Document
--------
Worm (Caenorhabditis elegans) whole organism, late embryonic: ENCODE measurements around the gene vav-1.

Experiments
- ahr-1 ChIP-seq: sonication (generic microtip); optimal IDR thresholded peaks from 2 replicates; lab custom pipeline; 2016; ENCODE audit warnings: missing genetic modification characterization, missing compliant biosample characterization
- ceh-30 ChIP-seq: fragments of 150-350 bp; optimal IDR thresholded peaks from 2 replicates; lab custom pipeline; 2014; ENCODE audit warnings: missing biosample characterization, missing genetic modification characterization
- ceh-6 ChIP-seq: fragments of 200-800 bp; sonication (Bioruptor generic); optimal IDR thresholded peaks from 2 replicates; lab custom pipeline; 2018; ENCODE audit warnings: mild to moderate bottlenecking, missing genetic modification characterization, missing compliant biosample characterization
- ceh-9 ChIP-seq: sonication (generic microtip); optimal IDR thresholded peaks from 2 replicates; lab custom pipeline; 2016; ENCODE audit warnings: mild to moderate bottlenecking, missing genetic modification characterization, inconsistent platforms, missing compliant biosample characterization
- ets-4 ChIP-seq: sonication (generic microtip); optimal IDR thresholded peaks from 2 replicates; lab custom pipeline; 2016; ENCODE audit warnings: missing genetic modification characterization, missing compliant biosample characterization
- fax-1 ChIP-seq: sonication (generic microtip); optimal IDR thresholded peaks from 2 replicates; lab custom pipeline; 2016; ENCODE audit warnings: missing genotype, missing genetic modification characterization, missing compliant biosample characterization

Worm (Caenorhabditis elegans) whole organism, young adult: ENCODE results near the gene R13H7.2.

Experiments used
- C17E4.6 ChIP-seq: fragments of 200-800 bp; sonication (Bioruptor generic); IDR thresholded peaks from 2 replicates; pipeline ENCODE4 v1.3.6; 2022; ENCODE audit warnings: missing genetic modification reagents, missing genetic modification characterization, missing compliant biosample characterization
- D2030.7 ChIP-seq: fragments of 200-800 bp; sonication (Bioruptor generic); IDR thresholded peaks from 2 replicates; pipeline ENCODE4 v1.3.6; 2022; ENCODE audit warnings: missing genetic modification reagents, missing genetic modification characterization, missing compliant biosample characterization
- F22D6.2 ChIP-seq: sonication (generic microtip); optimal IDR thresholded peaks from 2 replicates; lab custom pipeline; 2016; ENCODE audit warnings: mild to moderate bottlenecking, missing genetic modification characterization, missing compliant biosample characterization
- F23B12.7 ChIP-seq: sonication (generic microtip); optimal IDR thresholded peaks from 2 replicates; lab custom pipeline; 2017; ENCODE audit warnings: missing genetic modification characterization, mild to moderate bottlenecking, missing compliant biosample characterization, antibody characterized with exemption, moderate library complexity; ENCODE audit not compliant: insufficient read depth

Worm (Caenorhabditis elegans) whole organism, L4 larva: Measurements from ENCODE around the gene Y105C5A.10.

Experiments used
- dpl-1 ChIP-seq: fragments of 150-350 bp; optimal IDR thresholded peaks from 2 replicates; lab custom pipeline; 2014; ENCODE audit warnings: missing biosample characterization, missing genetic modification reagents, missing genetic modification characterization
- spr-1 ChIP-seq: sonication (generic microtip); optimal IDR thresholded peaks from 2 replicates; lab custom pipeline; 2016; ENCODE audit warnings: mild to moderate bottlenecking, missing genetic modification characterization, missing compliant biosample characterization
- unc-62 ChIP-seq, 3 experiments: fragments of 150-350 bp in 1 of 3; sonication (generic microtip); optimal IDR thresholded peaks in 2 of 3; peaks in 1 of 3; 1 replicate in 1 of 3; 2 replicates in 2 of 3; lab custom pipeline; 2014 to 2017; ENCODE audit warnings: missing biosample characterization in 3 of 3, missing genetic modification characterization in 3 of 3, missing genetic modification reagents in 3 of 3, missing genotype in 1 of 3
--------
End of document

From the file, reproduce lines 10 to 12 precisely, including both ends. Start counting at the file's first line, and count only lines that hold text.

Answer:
Experiments used
- C17E4.6 ChIP-seq: fragments of 200-800 bp; sonication (Bioruptor generic); IDR thresholded peaks from 2 replicates; pipeline ENCODE4 v1.3.6; 2022; ENCODE audit warnings: missing genetic modification reagents, missing genetic modification characterization, missing compliant biosample characterization
- D2030.7 ChIP-seq: fragments of 200-800 bp; sonication (Bioruptor generic); IDR thresholded peaks from 2 replicates; pipeline ENCODE4 v1.3.6; 2022; ENCODE audit warnings: missing genetic modification reagents, missing genetic modification characterization, missing compliant biosample characterization